Judge delays ruling on legislators' voting law records

Posted February 21, 2014

Voting in N.C., voting generic

— A federal judge said Friday that she needs more information before deciding whether 13 North Carolina lawmakers should have to turn over records relating to election law changes passed last year.

The North Carolina chapter of the NAACP, the League of Women Voters of North Carolina, the American Civil Liberties Union and others are asking the judge to force lawmakers to release emails and other records related to the passage of the new elections law.

The law requires voters to show photo identification at the polls. It also limits early voting times and ends same-day registration. The plaintiffs say those changes are designed to suppress voter turnout, especially among minorities. Lawmakers have so far refused to release any records about the law, citing "legislative immunity."

"We request documentation that shows the circumstances under which this (law) was passed," said ACLU attorney Julie Ebenstein. "These claims are very serious."

Alexander Peters, an attorney for the state, argued that lawmakers are immune from having to disclose those records and that they are exempt from the state's public records law.

"(The plaintiffs) are saying, 'Tell us why you voted how you voted,'" Peters said. "What an individual legislator thought on that is not only irrelevant, it is not evidence of what the General Assembly intended."

U.S. Magistrate Judge Joi Elizabeth Peake said she would take the issue under advisement and asked the attorneys to give her more information before she makes a ruling.

"I'm looking for actual examples of immunity being used (to quash subpoenas)," Peake said. "I don't want to stretch this out, given the timeframes that you're under."

The NAACP, ACLU and others are suing Gov. Pat McCrory and the State Board of Elections over the new elections law. The U.S. Department of Justice filed a separate lawsuit, alleging that North Carolina's law is racially motivated.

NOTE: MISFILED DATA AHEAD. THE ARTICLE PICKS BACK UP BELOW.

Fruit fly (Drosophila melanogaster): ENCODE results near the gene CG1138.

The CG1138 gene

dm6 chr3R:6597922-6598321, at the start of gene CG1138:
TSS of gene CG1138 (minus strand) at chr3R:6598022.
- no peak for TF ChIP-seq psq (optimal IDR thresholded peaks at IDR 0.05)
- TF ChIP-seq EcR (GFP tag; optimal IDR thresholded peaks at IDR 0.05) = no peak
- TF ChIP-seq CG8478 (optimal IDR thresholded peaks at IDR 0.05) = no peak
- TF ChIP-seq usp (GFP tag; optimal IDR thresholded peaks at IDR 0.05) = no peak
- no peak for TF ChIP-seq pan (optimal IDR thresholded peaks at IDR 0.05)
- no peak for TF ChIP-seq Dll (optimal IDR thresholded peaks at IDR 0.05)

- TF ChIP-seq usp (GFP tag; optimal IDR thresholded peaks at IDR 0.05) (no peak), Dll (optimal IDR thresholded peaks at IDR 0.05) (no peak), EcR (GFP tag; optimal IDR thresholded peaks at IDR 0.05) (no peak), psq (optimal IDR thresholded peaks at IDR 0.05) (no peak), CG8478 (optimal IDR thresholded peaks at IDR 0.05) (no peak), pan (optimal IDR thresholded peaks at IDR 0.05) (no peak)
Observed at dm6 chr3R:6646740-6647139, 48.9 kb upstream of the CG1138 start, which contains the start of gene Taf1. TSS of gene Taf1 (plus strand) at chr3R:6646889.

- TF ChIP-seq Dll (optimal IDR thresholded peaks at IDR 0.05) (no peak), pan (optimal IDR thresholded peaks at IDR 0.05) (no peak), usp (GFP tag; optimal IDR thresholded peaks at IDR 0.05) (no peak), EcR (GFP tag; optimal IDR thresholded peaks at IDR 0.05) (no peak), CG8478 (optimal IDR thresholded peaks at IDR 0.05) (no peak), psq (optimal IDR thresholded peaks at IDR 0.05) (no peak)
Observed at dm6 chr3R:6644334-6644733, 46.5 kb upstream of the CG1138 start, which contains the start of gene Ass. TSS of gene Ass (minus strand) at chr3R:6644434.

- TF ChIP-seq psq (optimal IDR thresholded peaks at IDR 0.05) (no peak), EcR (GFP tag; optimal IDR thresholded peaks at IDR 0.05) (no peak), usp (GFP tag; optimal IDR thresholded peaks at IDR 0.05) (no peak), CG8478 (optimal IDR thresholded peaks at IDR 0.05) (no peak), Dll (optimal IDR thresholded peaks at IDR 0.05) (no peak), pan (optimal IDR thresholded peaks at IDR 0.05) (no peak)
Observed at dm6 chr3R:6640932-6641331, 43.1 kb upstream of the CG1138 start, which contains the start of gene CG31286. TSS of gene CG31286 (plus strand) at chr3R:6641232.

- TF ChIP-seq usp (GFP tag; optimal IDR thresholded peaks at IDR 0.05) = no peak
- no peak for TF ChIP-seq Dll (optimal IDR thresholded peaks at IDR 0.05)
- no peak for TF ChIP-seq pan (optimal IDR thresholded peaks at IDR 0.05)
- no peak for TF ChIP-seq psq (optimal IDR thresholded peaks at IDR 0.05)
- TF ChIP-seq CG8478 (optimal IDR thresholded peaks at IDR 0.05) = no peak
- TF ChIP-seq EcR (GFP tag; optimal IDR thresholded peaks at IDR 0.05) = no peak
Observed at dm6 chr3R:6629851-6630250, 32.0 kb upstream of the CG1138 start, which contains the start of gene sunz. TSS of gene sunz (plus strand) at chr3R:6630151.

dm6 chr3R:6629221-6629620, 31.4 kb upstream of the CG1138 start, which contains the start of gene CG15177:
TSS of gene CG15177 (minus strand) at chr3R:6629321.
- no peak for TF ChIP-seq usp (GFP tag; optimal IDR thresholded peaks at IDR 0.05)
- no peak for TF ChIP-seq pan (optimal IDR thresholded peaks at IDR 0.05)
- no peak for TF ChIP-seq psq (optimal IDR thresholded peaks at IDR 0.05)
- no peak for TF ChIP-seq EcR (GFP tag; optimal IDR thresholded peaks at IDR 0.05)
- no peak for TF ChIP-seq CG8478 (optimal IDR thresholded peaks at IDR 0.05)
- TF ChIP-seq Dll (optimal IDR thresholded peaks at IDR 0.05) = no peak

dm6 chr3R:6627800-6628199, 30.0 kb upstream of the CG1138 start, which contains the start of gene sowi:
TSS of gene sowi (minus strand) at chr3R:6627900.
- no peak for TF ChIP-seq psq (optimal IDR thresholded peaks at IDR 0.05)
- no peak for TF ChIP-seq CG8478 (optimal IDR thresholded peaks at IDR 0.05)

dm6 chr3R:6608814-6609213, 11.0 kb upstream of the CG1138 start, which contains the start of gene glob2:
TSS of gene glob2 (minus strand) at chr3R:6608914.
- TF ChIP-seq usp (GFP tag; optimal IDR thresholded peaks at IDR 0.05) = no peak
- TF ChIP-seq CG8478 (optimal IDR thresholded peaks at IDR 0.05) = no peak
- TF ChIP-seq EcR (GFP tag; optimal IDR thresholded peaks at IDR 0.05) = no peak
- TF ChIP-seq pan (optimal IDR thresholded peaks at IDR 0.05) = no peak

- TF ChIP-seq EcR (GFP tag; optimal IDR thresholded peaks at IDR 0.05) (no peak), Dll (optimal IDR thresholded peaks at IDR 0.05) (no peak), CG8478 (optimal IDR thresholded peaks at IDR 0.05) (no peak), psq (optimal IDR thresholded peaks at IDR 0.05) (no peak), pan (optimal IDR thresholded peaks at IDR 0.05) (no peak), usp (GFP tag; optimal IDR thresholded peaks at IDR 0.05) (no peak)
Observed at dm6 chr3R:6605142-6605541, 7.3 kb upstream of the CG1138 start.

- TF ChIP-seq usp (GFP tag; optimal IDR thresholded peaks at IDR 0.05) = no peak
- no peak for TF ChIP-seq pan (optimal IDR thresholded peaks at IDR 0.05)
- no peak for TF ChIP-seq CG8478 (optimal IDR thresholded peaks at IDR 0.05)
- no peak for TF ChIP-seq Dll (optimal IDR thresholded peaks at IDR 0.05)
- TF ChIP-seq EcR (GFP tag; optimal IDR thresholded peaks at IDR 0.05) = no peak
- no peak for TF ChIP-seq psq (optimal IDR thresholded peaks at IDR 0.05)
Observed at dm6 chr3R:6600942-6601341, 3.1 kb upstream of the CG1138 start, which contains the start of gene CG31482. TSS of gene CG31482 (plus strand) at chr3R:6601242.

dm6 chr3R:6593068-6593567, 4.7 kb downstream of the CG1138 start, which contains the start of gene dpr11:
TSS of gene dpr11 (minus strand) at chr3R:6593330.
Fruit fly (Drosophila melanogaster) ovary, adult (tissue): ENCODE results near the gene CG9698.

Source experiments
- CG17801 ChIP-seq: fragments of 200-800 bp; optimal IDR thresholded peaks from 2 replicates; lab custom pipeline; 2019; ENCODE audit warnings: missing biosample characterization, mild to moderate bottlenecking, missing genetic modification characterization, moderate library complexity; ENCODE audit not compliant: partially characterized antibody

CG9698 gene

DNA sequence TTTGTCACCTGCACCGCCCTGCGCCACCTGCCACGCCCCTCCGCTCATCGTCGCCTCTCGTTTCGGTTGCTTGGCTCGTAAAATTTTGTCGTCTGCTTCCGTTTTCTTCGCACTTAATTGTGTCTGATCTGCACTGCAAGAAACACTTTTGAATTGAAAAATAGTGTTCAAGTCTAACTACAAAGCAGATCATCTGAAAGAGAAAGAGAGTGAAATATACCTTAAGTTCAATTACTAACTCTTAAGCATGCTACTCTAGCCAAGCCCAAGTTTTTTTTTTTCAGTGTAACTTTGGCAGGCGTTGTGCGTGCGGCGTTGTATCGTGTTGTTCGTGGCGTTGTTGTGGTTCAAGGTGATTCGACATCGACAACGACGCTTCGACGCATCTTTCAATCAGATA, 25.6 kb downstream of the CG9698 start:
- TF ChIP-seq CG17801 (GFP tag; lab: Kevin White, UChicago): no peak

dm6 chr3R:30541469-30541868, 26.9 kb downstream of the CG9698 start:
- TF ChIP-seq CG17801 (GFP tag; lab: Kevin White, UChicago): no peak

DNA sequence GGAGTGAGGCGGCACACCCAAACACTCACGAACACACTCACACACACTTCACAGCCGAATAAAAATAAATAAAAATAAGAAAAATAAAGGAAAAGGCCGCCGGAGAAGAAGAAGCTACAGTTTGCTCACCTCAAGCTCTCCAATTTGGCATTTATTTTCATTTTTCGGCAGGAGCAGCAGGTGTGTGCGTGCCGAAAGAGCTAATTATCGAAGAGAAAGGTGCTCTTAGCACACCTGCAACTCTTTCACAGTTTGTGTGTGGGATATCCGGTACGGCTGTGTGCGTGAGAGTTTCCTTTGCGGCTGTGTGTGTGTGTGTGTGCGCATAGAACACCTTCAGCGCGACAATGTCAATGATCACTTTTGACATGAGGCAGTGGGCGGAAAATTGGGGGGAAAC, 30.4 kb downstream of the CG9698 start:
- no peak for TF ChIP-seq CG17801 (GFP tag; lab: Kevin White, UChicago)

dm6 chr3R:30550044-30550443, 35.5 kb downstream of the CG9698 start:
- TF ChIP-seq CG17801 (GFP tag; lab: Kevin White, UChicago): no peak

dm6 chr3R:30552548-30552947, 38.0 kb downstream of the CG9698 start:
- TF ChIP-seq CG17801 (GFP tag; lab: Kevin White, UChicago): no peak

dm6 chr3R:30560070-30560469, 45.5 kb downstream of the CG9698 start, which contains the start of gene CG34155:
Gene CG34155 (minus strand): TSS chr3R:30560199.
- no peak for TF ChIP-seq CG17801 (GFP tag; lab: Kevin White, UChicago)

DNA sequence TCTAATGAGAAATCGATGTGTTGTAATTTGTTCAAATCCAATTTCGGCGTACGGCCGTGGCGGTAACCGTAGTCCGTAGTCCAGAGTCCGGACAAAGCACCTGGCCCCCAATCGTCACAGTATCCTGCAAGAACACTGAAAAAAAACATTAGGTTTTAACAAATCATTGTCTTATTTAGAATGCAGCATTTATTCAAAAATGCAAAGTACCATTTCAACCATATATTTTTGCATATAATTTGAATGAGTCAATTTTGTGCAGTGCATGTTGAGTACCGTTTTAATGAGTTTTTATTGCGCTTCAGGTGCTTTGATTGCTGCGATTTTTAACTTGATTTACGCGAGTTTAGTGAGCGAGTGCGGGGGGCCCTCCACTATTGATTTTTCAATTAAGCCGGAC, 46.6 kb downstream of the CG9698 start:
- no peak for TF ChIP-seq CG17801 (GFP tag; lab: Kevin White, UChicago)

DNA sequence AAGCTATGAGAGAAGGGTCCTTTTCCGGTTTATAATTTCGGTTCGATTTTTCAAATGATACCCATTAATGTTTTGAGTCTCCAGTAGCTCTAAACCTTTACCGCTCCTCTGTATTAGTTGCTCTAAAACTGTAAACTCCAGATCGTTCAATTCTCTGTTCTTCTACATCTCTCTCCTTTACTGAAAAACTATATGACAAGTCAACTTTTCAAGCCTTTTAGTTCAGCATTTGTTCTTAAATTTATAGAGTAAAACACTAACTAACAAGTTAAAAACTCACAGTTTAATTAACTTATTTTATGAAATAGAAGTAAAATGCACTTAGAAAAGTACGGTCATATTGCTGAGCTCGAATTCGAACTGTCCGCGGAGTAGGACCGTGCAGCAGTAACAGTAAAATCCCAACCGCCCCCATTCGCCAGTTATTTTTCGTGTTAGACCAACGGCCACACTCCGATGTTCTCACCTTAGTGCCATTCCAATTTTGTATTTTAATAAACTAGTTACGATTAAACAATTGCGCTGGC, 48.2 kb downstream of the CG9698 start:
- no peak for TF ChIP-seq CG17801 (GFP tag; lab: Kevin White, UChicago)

McCrory and Republican lawmakers who crafted the legislation contend that North Carolina is merely trying to combat voter fraud and ensure the integrity of its elections, and they note that many other states already have similar laws for voter ID, same-day registration and other provisions in North Carolina's law.


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  • 68_dodge_polara Feb 25, 2014

    I don't believe emails fall under the normal public records request nor does the article say that this is as public records request.

  • Matt Wood Feb 25, 2014
    user avatar

    View quoted thread

    Of course they should! However, what you fail to realize is that to obtain the information there has to be a public records request made. Anyone can make the request (though McCrory wants you to pay for it), but it's simply not physically possible to just post everything online or something. So, if you want some info, (supposedly) all you need do is ask! It just has to go through an approval process and the records you request have to be reviewed and redacted for any sensitive information.

    And that's what happened here, but the legislators hope they can block it. It's not a witch hunt, it's run-of-the-mill.

  • 68_dodge_polara Feb 25, 2014

    "These are public records. End of discussion."

    If this were true than all emails regarding any legislation should be for public viewing not just a certain select few which makes this a witch hunt. Let's make them all public. Why not?

  • leetravieso Feb 25, 2014

    These are public records. End of discussion.

  • ALECarolina Feb 24, 2014

    Ok, I'll see your "if the emails show nothing wrong", and raise you "if the emails show nothing wrong, then why won't they let us look at 'em".

    We'll be happy when the truth comes out......will you?

  • lec02572 Feb 24, 2014

    What are you going to say, if the e-mails show nothing wrong? I guess then you will say, they doctored the e-mails. You'll never be happy with the answer.

  • ALECarolina Feb 24, 2014

    The silence from the usual suspects is DEAFENING.

    Whatsamatta ya'll, Limbaugh and Hannity haven't issued their usual talking points yet?

    Maybe even they know that the NCGOP is up a tree on this 'un........

  • Pensive01 Feb 24, 2014

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    Actually the NCGA did address absentee ballots......by loosening the restrictions thereby making them even easier to be obtained by people and by others on behalf of someone. Still no ID required for doing so either.

  • Michael Hart Feb 24, 2014
    user avatar

    View quoted thread

    Oh there is something wrong but the NCGA completely ignored Absentee voting where no id is required.... Next sheep please!

  • downtowner Feb 24, 2014

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    You aren't alone in thinking that voting laws need to be updated for the 21st century. However, you didn't even address the main concern here, which is government transparency and the hidden motivations behind this legislation. So why don't you go back and rethink your position again.